For ten years, The Westside Leadership Magnet School has taught leadership to its students in what its leaders consider a unique fashion.

The mission of the school, at 104 Anchorage St. on the Marina Peninsula, is to develop leadership skills and academic excellence, but one of the things that sets Westside Leadership apart from other schools is that its own students are the ones teaching leadership to the entire student population, says Dr. Craig Singer, leadership teacher at Westside Leadership Magnet.

The school has 450 students in kindergarten through eighth grade and offers leadership classes — taught by Singer and Kelli Galles — to middle school (sixth through eighth grade) students, who then become “facilitators” and teach what they’ve learned in their leadership classes to every single Westside Leadership Magnet student.

It takes work, time and diligence for students to become a facilitator, and even be in the leadership class.

“It’s a privilege to be one of these leaders [facilitators],” said Singer. “We go through a screening. Not just anybody can do it; there has to be a desire.”

But anyone is eligible, said Elana Mabashov Bader, school coordinator.

“Students are trained on leadership skills, like how to run a meeting efficiently, character building, self esteem,” she said of the leadership class. “Then they go and teach what they were just taught.”

The middle school students enrolled in the leadership classes teach what they’ve learned about leadership to every student at the school on Monday, Wednesday and Friday for half an hour, “imparting that knowledge on their peers,” said Singer.

The “facilitator” students go to various classes in pairs of two or three, teaching kindergarten through eighth-graders about leadership. During this time, “the regular teachers basically take a back seat,” said Bader.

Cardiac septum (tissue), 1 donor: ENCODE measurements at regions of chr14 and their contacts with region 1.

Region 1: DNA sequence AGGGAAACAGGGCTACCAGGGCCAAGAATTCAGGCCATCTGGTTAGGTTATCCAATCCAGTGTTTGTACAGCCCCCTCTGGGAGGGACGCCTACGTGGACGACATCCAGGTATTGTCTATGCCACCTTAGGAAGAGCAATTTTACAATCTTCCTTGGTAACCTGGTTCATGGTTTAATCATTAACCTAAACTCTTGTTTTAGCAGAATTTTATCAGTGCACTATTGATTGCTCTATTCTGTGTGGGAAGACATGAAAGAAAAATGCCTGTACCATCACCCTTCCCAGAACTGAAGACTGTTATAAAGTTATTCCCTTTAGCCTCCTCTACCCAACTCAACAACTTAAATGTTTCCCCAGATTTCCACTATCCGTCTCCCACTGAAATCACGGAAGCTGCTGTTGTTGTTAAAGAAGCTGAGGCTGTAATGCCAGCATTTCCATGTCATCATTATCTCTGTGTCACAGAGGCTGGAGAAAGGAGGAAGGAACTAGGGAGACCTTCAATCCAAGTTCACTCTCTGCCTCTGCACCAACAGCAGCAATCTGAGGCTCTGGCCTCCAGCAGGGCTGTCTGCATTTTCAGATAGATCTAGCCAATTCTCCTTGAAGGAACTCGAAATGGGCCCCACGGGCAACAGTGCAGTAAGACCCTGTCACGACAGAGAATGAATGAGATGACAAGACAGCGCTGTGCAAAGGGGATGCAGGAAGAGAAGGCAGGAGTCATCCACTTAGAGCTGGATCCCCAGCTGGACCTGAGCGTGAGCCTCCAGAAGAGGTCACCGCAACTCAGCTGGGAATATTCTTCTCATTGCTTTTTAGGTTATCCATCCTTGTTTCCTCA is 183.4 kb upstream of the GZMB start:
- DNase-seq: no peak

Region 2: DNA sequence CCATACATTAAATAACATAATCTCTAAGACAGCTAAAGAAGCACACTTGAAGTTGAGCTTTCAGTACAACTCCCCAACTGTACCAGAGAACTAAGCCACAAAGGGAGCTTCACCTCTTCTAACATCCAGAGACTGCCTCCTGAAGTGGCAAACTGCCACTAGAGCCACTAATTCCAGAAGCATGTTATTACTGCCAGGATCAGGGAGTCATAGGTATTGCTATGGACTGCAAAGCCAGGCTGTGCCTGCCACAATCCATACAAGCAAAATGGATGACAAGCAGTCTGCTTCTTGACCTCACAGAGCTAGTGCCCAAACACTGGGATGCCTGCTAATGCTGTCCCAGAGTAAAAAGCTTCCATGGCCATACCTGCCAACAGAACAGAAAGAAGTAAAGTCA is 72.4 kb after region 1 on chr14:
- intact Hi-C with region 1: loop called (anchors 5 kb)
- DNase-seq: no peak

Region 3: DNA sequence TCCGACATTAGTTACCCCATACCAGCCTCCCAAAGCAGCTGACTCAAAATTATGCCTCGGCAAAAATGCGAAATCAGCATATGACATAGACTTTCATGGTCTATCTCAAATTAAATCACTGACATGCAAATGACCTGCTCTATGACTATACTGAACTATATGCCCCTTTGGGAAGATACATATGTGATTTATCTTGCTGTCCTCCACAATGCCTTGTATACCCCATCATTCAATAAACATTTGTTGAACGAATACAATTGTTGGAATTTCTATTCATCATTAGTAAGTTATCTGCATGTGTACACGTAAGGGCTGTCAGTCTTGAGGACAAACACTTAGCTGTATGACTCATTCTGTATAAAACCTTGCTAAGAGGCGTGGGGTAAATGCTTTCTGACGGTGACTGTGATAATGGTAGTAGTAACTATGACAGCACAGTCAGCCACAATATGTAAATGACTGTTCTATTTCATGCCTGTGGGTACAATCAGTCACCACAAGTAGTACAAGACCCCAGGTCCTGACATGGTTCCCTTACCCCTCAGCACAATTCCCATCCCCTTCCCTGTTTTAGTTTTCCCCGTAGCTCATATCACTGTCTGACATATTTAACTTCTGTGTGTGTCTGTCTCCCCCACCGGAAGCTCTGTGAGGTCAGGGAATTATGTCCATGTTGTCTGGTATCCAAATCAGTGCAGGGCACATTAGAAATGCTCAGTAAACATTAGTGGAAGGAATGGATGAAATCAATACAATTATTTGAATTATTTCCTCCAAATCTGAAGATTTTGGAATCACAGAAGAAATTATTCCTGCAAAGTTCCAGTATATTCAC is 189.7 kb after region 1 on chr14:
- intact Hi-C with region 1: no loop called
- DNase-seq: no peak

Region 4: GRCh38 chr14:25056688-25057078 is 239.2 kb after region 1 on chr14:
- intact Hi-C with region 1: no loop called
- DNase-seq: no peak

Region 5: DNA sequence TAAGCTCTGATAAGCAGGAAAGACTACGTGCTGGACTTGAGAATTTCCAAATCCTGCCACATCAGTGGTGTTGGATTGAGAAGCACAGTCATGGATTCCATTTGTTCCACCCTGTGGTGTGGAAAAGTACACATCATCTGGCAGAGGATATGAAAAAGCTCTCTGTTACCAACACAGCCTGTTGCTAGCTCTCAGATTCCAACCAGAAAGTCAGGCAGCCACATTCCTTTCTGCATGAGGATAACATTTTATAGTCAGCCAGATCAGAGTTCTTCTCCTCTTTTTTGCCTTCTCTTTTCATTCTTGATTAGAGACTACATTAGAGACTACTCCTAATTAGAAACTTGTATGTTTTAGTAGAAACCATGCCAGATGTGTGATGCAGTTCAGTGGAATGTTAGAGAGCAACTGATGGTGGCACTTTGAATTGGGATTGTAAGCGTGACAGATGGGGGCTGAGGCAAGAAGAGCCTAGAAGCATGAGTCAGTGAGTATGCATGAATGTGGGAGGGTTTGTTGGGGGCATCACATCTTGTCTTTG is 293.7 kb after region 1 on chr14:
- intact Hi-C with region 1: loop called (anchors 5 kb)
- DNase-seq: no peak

About one-third of middle school students enroll in the leadership class as their elective and become facilitators, but even those not enrolled in the course benefit and learn all about leadership, Bader said.

“The difference between a student who has art for their elective or leadership for their elective is that one is being taught how to teach the leadership program, and the other is receiving the program [through students enrolled in the leadership class],” said Singer.

Bader says she has seen students that take the leadership class make very positive changes.

“It’s incredible,” said Bader. “Once they have the opportunity to actually become a leader, I will see shy, insecure students’ self-esteem boost. It usually reflects in their grades as well, and the way they carry themselves in almost every aspect of their lives.”

The purpose of the leadership class is to “empower” students and train them for the future, said Singer.

“In a nutshell, what it does is help the students step out of their comfort zone,” said Singer. “It gives them the ability to grow. It gives them real life skills that they’re going to need in the future.

“Every student planning on going to college needs to be able to show leadership and community service. What we’re doing is teaching students leadership and giving back to the community.”

Singer believes that “no other school teaches leadership like this,” and Bader says, “It’s the only one of its kind in the United States.

“We’ve had international visitors, a group from Russia and Korea, to view our program and take ideas back with them to their communities for their home schools.”

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